It’s a sad day. The website has had to restrict access to the general public. I’m not sure whether they will let non-Company Commanders register yet or not. Apparently a major newspaper (not sure which one) lifted information from the site without permission, and they decided it was prudent to keep it members only. This site provided COs (and other leaders) with immediate firsthand feedback from Company Commanders in Iraq and Afghanistan… rather than dry, generalized Army publications…coming out 6 months after you deploy. If you want to know more about what WAS available and how it had a positive impact on how we operate at Company level, you can read more about it here. I filled out a request for membership, but since some of the questions were like “Are you a current, former or future Company Commander?” I don’t have high hopes lol.

Wednesday, March 24, 2004

EIB Testing...

Question : I'm going for my EIB in May. However, I haven't even been to Infantry school. So I am in a little bit of a disadvantage. I was wondering if there's any advice you can give me. Especially on how to train for the 12 mile ruck march. Any advice will be appreciated. Thanks!

The Expert Infantry Badge is an important milestone in every Infantryman’s career. I am truly glad that I passed that milestone a long time ago and never have to test for it again…because it is a pain in the ass lol.

The EIB consists of around 35 separate events or tests that must be passed in order to receive the award. Some are major events, such as the 12 mile road march in 3 hours or the day and night land navigation course, and some are relatively minor tasks such as putting a set of night vision goggles into operation (following whatever sequence of steps they outlined during train-up).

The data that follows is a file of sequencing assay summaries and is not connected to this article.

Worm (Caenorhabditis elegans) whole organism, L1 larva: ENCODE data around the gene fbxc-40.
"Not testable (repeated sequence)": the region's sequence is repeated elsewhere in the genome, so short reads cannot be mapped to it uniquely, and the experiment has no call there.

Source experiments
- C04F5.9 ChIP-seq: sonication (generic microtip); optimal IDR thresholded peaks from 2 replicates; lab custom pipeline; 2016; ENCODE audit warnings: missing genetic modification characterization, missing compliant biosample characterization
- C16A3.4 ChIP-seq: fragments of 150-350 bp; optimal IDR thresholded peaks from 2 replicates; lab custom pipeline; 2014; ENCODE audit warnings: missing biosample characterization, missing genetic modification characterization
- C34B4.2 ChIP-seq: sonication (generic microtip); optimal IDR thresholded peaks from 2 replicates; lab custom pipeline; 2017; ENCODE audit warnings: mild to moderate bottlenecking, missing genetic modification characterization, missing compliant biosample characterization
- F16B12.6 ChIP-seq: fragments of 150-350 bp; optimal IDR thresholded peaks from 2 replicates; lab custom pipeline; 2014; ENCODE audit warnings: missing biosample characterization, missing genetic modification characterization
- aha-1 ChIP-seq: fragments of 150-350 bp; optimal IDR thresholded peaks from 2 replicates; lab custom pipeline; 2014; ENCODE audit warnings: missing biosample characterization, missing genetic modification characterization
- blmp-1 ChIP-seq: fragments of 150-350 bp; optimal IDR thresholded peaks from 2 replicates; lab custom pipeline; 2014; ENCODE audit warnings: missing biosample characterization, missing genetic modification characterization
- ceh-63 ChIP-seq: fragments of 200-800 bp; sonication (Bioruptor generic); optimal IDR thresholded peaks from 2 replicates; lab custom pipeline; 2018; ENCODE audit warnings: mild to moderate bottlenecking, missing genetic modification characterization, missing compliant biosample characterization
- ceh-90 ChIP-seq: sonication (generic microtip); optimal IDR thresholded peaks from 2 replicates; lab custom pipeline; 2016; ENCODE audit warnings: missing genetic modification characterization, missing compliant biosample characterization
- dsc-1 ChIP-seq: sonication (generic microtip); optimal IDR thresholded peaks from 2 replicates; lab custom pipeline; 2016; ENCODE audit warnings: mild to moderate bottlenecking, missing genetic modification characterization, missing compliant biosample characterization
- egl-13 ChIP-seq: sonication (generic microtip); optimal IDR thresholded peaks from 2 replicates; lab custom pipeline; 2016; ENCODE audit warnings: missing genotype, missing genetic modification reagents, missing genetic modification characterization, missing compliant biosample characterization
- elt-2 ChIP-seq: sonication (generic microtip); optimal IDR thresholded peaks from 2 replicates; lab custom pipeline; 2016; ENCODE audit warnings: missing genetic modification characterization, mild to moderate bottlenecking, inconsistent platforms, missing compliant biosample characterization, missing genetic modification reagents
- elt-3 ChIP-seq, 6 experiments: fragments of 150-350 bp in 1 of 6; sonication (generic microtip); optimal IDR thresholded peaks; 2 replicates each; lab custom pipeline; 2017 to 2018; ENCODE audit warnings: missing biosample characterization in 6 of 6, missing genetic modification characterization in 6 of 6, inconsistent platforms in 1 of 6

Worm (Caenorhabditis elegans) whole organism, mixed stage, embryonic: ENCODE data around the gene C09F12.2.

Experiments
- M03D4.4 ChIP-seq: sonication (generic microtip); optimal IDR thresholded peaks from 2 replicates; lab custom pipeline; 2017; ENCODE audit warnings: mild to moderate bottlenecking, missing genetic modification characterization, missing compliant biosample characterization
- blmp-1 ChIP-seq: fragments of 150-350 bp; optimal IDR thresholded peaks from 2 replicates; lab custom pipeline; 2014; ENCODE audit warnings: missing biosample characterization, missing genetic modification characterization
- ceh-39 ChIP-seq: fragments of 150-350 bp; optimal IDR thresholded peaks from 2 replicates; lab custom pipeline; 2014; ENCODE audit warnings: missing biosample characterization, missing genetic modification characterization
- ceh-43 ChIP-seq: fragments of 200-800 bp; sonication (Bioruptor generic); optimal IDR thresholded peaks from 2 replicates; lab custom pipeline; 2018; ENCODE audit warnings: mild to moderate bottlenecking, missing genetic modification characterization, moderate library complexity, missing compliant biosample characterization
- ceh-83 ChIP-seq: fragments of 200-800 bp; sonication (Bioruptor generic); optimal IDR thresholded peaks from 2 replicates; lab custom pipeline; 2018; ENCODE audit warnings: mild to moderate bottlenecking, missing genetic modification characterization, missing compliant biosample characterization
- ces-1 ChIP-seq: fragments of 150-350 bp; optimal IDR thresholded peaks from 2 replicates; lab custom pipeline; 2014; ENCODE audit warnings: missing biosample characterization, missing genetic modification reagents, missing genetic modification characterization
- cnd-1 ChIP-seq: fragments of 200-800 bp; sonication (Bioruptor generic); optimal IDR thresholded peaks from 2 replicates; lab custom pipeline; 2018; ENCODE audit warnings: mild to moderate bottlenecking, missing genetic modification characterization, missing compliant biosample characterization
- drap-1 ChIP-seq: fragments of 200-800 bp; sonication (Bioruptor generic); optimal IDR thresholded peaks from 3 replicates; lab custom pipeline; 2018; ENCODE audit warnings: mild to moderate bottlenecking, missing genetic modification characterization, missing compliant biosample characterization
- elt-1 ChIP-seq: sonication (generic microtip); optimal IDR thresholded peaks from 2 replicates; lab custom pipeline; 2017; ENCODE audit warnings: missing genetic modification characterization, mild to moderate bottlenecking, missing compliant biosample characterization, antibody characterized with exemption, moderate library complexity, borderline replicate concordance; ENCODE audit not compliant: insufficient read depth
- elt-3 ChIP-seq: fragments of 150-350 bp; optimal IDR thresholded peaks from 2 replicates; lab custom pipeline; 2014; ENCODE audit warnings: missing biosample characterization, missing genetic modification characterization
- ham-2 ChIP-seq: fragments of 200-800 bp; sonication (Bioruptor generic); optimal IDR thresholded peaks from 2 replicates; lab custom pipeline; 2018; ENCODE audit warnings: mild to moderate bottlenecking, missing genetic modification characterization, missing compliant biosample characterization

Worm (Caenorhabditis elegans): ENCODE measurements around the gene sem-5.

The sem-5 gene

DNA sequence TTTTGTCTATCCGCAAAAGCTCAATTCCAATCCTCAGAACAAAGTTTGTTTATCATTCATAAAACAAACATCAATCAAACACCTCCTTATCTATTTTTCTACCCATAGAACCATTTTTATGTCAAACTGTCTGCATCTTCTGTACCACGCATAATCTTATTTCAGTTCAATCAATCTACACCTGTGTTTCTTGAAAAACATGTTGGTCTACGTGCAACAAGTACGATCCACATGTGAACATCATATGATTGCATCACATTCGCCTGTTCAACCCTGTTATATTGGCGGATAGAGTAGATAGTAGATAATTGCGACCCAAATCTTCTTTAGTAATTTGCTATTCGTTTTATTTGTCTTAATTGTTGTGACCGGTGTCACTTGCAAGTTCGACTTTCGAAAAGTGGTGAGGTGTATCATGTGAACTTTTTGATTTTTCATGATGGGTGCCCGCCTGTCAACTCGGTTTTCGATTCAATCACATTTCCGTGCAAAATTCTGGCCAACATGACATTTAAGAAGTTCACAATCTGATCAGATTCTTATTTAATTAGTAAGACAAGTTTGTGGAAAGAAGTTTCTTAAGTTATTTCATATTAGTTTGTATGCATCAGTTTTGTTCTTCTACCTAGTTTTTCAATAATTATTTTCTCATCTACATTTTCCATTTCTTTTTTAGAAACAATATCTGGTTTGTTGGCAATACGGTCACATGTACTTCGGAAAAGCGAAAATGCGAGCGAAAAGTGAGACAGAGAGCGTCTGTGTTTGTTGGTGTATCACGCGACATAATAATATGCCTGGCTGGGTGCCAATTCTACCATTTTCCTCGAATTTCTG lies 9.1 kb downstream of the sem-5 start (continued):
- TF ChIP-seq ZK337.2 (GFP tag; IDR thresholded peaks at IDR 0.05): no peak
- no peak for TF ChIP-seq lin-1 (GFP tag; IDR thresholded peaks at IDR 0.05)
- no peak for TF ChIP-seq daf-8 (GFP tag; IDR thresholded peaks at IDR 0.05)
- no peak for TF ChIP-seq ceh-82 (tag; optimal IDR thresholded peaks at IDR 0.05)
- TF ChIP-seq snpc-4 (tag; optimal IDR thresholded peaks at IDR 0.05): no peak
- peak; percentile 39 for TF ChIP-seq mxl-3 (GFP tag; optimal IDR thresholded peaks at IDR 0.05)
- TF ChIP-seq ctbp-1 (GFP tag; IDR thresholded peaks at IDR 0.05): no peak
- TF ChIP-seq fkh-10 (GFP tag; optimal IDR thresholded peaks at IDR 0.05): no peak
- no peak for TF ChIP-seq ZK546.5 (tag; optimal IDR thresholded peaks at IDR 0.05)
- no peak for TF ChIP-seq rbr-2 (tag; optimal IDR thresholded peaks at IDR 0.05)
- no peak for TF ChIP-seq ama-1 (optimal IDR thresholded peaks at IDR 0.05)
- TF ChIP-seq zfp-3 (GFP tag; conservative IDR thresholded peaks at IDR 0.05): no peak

It would be impossible for me to give you specific advice about all the events, because each year it is a little bit different. I believe that the final decision on what events and standards will be used is made down in Infantry hall at Fort Benning each year. Once the standards are sent out to each unit, they conduct their own testing…usually at Brigade level.

This post is primarily directed at SGT L. , but it might be vaguely interesting to somebody so I'll throw it out there...

Some highlights are;

The 12 Mile Foot March…

The load will be standardized, usually around 35 pounds or so. The best way to train up for a road march is simply to start with slower and shorter marches and work your way up. You should already be able to maintain a 14-15 minute per mile pace (hopefully faster) if you’ve been in ROTC for any amount of time and are about to be commissioned. The trick is just to get into a good rhythm and slog it out. Fortunately it is an individual event, unlike the cattle drives we have to conduct here with Privates on tactical foot marches. You will be able to take advantage of the terrain as you see fit. I have always ran down the hills and walked up them, and never had any problem keeping a good pace. (Disclaimer: running with a ruck on can be hard on your feet and knees, so don’t blame me if one of your feet breaks into splinters) The standard should be 3 hours. Make good time during the first half of the march, because your pace will usually be slower on the second half. It’s really not all that difficult. We had a Lieutenant run the whole thing when I was in Air Assault School, and I think he finished in just over 2 hours.